From zero to hero: impressive turnaround at Temple Bar

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From zero to hero: impressive turnaround at Temple Bar

It has been a tumultuous year for Temple Bar with the Covid sell-off being followed by the appointment of a new manager and the long-awaited rotation into value. 

The £775m Temple Bar Investment Trust (LON:TMPL) had struggled for years, and when manager Alastair Mundy retired for health reasons last April it forced the board to take action. After analysing the reasons for the underperformance, they decided to stick with their value-style approach, but to bring in RWC Asset Management to implement it. 

RWC took over at the end of October and a couple of weeks later received a massive shot in the arm when the first coronavirus vaccine was approved. Pfizer Monday marked a real turnaround in the markets with cyclical value stocks surging back into fashion as investors rushed to take advantage of the re-opening of the global economy. 

In its financial year to the end of December, the fund’s NAV was down 28% versus a 10% fall in the FTSE All Share, although most of the decline was during the Covid-19 sell-off. In the final few months of the year it rallied strongly and year-to-date is the top performing trust in the UK Equity Income sector with a NAV total return of 17.8%, well ahead of the 4.8% achieved by its peer group. 

Changes to the portfolio 

RWC have made considerable changes to the portfolio since they took over in October. These reflect their own unique value approach, which aims to exploit opportunities created by over-reactions by investors.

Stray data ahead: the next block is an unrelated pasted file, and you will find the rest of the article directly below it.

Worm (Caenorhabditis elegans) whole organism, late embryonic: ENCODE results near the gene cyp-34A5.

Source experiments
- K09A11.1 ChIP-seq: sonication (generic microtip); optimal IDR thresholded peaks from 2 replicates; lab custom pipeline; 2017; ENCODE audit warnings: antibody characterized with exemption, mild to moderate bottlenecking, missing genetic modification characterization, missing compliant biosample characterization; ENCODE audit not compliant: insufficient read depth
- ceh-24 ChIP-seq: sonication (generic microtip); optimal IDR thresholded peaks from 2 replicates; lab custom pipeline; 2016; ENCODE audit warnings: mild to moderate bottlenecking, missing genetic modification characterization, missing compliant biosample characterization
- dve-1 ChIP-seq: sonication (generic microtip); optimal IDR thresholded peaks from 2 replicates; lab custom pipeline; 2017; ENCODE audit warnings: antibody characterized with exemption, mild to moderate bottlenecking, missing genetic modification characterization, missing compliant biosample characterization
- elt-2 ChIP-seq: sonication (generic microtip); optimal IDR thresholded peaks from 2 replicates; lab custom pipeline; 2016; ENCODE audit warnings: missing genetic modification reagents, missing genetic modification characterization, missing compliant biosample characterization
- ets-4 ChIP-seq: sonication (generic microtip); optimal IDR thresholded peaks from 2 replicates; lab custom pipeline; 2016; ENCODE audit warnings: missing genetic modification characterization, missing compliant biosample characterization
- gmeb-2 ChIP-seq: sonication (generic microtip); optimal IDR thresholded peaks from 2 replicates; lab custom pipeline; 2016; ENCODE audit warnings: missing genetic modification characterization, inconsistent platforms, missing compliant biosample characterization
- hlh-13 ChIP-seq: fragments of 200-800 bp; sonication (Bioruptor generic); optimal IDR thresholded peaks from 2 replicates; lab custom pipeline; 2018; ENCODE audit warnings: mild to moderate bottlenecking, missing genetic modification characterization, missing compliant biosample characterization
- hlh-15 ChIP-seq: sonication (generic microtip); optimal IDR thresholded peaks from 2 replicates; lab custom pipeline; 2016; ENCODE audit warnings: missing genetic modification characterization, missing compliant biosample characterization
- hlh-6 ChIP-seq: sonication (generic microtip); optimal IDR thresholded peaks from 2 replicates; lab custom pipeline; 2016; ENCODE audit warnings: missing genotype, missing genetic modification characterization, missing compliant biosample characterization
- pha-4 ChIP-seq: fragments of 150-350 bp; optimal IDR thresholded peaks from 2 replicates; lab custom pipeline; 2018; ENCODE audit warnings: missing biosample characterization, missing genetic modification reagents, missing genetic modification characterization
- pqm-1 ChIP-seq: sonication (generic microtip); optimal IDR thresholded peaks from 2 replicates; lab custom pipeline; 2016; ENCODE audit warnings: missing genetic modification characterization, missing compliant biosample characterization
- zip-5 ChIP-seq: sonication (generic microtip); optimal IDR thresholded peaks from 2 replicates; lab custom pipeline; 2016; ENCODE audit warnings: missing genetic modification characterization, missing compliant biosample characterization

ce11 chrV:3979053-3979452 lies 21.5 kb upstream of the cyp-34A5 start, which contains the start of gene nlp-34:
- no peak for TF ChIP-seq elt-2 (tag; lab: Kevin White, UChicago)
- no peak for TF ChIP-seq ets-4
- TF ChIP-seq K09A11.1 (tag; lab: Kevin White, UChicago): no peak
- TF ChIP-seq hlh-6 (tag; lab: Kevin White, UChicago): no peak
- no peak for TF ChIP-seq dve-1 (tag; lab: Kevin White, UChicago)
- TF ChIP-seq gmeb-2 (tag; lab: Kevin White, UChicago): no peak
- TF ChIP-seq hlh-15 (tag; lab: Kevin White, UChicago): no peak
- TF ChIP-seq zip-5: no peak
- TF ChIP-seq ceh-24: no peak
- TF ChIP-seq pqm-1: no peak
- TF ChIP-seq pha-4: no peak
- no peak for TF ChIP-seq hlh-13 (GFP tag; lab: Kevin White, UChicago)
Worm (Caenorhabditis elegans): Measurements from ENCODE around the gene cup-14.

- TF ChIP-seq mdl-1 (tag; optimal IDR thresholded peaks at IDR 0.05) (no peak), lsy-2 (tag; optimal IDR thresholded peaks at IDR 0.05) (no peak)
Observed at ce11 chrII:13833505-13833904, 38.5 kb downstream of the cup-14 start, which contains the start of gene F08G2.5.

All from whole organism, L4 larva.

The fund now has a relatively concentrated portfolio of 33 holdings, each of which is considered to be a sustainable business with a sound balance sheet that is trading at an attractive valuation compared to its intrinsic value based on the long run (normalised) earnings. It largest holdings include Royal Mail, BP, Anglo American, Royal Dutch Shell, NatWest, Standard Chartered, ITV and Marks & Spencer. 

Ian Lance and Nick Purves, the new managers, believe that the portfolio ‘offers the potential for significant gains over a very reasonable timeframe’, with the fund being well-placed to benefit from the likely recovery that will come as economies open up again. They think there are parallels with the dot-com bubble of 1999 and the global financial crisis of 2008, with some areas of the market looking overpriced, while others offer significant value. 

Income and outlook

Up until 2020 Temple Bar had raised its dividend every year for 36 years, yet the pandemic created significant problems for its investee companies, with the underlying income falling from £39.7m to £12.7m. Despite drawing heavily on the revenue reserves, the fund had little option but to cut its annual pay-out by 25.1% to 38.50p per share. 

Looking ahead, the board hopes to resume dividend growth from this lower level with the distributions paid four times a year. The shares are currently yielding 3.4%, so hopefully this will pick up as the various holdings recover. 

RWC were fortunate with the timing of their appointment as the positive vaccine news and the resolution to Brexit led to a sharp rotation from growth to value. The shares now trade close to NAV, but if you believe that the shift in favour of value has only just started, there should be much more upside to come. 


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